Professor McDermott said.
“It was timely to reconsider what Professor Zimbardo had to say in 1992. In his talk, he draws on lessons learned from classic social psychology experiments, including his own Stanford Prison Experiment, his work on deindividuation and on time perspective.”
Professor Zimbardo’s Stanford Prison Experiment, in which students were assigned roles as inmates or wardens in a mock jail, was abandoned six days into the experiment after the students took their roles to extremes. He detailed the events of the experiment in his 2007 book The Lucifer Effect: Understanding How Good People Turn Evil.
Professor Zimbardo became a leading authority on the nature of evil, but in recent years he has been exploring what he sees as its opposite, heroism. He has kick-started the fledgling psychological field loosely dubbed ‘hero studies’.
After the screening of the 1992 talk, Professor Zimbardo joined 110 attendees from the University online from his home in San Francisco for 85 minutes of questions and answers. Professor Zimbardo described speaking at the University of East London in 1992 as “the single best talk I’ve ever given.”
In light of recent events in the US, Professor Zimbardo said the police brutality against Rodney King was “a transformative time for America at that period” and that the statements he made in his 1992 talk are still important today.
Professor Zimbardo said, “When we witness police in the USA brutalising citizens, and more often black and minority ethnic people than whites, the tendency is to say there are a few bad apples in the police force. What we’re seeing now in America is that many police departments are bad barrels.
“They’re trained to use those killing and brutalising devices to suppress the people they are capturing. Now it gets extended so that the police become like military forces. You see it in their uniforms now, many of the times their faces are concealed, they are anonymous and deindividuated. They can beat up people and get away with it.”
Professor Zimbardo said that in the case of George Floyd’s death, the police officers were not justified in their reaction to a simple police call about somebody buying a single packet of cigarettes with a counterfeit bill.
“As we’ve seen in all the protests, police are coming in like they are coming to war against an enemy. The good news is there is now an attempt around America, and hopefully in England and other places, to change the nature of the training of police, change what police are legally allowed to do and not allowed to do, and which behaviour of theirs constitutes criminal behaviour.
He said, “We are in a landmark moment in America. As we’ve seen with global support for the message ‘Black Lives Matter’. For me, it’s also humanity matters. In some of the cases we’ve seen, white protestors – including a 73-year-old man knocked to the ground by a policeman – there’s a sense of dominance that police begin to have, especially when they are in a group. It’s them versus you.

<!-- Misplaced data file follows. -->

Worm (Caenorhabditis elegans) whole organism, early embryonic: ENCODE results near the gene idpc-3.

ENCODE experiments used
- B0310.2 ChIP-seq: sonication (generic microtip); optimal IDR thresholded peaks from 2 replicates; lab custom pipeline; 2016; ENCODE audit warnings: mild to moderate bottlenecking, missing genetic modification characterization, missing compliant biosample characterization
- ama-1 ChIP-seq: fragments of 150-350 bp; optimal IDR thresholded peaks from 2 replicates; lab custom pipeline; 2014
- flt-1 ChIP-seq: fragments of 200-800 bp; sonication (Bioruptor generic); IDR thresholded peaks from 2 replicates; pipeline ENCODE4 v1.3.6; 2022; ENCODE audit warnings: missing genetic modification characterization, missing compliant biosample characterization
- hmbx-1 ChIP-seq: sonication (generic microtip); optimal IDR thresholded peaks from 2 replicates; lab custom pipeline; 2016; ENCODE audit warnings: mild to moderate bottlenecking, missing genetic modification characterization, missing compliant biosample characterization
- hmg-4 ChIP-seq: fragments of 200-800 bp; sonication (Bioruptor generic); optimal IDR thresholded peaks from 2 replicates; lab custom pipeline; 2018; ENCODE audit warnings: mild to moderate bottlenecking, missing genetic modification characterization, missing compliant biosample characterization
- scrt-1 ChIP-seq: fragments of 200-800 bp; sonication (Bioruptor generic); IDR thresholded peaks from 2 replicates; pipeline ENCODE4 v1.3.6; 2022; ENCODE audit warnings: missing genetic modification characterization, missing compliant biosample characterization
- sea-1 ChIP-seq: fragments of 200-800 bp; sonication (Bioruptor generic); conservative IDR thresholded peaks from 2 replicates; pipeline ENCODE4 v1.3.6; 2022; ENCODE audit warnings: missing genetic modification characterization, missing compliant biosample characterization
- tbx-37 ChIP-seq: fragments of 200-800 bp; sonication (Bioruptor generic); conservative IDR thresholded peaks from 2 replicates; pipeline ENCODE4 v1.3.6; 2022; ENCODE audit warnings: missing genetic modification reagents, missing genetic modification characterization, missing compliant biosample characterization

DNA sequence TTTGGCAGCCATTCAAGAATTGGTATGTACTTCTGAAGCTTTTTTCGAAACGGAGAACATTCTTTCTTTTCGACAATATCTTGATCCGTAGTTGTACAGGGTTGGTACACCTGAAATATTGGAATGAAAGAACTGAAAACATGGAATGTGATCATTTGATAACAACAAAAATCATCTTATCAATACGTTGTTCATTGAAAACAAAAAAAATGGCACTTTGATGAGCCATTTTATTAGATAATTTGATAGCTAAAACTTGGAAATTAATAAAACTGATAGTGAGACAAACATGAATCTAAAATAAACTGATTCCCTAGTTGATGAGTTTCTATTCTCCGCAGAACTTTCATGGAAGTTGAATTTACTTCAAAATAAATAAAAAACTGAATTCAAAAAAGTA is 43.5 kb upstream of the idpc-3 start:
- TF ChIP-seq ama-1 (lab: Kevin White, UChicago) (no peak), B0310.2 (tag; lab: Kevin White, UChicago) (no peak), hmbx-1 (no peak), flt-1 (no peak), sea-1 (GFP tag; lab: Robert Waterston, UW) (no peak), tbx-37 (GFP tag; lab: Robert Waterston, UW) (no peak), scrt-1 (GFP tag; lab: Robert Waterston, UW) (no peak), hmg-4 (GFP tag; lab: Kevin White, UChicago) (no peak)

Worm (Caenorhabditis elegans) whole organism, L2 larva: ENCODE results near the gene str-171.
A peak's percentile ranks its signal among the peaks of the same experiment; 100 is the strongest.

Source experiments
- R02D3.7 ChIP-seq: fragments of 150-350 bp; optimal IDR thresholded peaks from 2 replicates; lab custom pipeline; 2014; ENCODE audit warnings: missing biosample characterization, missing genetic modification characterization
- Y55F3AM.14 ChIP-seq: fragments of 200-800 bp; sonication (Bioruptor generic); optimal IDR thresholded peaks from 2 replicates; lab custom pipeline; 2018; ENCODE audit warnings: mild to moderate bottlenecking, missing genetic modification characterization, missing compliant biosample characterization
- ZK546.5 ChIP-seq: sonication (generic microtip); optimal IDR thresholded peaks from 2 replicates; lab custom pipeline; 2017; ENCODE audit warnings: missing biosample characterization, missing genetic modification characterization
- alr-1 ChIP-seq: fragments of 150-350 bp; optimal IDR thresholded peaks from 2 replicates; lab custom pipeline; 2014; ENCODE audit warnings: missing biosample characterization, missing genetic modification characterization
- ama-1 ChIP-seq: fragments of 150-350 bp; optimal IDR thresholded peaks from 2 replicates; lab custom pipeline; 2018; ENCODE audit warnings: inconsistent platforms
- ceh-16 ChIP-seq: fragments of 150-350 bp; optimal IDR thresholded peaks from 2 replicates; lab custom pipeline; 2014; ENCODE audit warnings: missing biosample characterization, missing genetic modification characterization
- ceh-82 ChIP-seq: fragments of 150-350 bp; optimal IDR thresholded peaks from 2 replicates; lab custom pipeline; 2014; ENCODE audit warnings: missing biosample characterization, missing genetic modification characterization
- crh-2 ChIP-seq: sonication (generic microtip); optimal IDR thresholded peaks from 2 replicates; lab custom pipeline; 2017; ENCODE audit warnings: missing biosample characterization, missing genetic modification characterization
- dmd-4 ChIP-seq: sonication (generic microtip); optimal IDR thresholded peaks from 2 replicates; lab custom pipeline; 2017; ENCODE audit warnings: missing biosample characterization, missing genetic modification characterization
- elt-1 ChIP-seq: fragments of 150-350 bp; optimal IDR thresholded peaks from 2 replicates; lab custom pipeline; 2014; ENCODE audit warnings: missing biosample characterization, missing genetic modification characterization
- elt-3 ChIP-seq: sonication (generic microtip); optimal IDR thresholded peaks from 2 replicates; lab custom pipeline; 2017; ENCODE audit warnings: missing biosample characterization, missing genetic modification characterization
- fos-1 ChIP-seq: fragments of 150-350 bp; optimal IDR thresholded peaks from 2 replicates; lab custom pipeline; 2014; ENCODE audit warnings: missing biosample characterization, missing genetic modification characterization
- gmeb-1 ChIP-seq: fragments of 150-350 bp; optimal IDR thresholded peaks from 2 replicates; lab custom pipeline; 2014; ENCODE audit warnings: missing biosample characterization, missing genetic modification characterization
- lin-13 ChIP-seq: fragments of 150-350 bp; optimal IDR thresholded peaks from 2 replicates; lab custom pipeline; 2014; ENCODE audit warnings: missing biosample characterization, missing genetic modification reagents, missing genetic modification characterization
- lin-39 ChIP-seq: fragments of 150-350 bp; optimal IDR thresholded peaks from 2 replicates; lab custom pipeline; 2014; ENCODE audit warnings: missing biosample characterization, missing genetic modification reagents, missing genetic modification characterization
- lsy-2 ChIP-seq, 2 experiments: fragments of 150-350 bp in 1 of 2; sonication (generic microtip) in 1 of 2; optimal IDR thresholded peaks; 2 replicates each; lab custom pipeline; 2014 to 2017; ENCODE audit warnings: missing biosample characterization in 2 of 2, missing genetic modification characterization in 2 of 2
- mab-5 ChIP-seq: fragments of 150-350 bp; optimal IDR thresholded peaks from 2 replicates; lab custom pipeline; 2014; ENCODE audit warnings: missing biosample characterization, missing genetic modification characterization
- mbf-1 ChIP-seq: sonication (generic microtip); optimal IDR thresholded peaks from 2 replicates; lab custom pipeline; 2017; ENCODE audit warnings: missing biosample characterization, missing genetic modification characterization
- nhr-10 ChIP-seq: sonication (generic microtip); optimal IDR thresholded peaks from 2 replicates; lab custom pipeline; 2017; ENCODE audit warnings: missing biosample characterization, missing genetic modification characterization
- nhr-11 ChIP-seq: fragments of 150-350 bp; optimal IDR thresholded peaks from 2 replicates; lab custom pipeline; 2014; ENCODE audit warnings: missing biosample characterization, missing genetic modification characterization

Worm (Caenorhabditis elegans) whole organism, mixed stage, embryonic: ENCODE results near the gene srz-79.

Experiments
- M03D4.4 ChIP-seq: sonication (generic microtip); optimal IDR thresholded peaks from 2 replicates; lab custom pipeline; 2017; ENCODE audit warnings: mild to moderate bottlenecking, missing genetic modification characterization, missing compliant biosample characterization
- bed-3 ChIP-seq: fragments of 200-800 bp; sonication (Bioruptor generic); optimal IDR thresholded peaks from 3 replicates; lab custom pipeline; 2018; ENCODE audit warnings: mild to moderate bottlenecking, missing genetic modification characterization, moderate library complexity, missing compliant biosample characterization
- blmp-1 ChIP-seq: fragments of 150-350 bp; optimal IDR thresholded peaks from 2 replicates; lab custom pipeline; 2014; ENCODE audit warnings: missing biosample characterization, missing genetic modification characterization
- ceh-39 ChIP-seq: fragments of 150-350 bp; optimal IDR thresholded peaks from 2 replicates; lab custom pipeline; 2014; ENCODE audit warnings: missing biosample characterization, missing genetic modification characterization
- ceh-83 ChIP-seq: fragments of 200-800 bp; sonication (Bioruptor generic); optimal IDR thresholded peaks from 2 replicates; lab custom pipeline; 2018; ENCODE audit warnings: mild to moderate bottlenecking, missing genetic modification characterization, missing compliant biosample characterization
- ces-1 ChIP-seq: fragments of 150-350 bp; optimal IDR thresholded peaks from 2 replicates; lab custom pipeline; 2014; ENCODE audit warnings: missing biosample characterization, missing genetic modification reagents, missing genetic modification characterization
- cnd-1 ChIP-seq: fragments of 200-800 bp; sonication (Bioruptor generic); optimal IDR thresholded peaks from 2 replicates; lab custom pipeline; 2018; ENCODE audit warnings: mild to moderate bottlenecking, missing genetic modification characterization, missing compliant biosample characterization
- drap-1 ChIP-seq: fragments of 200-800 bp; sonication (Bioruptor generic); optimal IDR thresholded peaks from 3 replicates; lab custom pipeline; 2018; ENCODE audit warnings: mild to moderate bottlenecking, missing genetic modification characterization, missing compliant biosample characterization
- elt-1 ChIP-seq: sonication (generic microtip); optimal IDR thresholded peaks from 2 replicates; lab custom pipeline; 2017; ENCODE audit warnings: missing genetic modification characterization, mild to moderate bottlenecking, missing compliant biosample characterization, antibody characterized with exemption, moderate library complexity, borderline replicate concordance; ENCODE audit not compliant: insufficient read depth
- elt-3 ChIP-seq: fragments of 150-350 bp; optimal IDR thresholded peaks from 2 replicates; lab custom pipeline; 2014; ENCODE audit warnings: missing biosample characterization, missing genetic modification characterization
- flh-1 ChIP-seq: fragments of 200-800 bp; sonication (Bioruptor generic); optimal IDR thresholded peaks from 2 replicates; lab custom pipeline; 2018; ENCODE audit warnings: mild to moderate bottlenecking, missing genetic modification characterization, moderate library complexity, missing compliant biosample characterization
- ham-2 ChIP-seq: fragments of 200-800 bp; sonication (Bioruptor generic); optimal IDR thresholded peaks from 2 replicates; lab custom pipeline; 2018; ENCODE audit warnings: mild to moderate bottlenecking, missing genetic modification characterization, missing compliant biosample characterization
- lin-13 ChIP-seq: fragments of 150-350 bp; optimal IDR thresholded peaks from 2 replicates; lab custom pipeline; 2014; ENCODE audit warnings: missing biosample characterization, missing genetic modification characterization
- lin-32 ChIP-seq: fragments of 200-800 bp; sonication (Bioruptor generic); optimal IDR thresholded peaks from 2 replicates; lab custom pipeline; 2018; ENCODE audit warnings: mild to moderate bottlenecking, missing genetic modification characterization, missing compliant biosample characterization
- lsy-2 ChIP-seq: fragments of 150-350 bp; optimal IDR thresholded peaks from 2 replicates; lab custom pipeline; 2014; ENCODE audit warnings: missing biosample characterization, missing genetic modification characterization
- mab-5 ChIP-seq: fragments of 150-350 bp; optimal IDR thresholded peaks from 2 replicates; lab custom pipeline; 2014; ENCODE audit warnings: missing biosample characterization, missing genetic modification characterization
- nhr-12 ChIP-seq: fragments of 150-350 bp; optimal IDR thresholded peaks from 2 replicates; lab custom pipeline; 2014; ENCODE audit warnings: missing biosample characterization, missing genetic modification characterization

Professor Zimbardo said he is “hopeful we will see a change in the nature of policing that will eliminate chokeholds and horrific kinds of things that are appropriate for war, not for policing.”
He thanked Professor Mark McDermott, with whom he has worked for many years, including on the three-part television series ‘The Human Zoo’ broadcast on ITV in 2000, which he called “the peak creative project” of his career.
Professor Amanda Broderick, vice-chancellor and president of University of East London, said, “It was a great honour to have Professor Philip Zimbardo as a guest speaker again. Professor Zimbardo was warmly received by our students and staff as a leader in his field, providing inspiration and direction to the future psychologists studying at the University of East London.”
Professor Aneta Tunariu, dean of the School of Psychology, said, “The School has been shaped by the talent and passion of our academics and students and the strength of our links globally. We applaud Professor McDermott for his longstanding collaboration with Professor Zimbardo and for organising and inspiring yet another timely and memorable event."
Resources and readings on the Stanford Prison Experiment:
McDermott, M.R. (2019). Evaluating the criticisms of the Stanford Prison Experiment. Psychology Review, (Nov.), 18-20.
McDermott, M.R. (2019). Being innovative and ethical about research - the importance of the Stanford Prison Experiment and the BBC Prison Study. Psychology Review, (Feb.), 23-25.
Haslam, S. A., Reicher, S. D., & McDermott, M. R. (2015). Studying harm-doing without doing harm: The case of the BBC Prison Study, The Stanford Prison Experiment, and the role conformity model of tyranny. In R. J. Sternberg & S. E. Fiske (Eds.), Ethical challenges in the behavioral and brain sciences: Case studies and commentaries. (pp. 134–139). Cambridge, MA: Cambridge University Press.
McDermott, M.R. (1993). On cruelty, ethics and experimentation: Profile of Philip G. Zimbardo. The Psychologist, 6(10), 456-459.
Image Caption: (l-r) Professor Phil Zimbardo, Professor Mark McDermott and Professor Christina Maslach in London, 2018.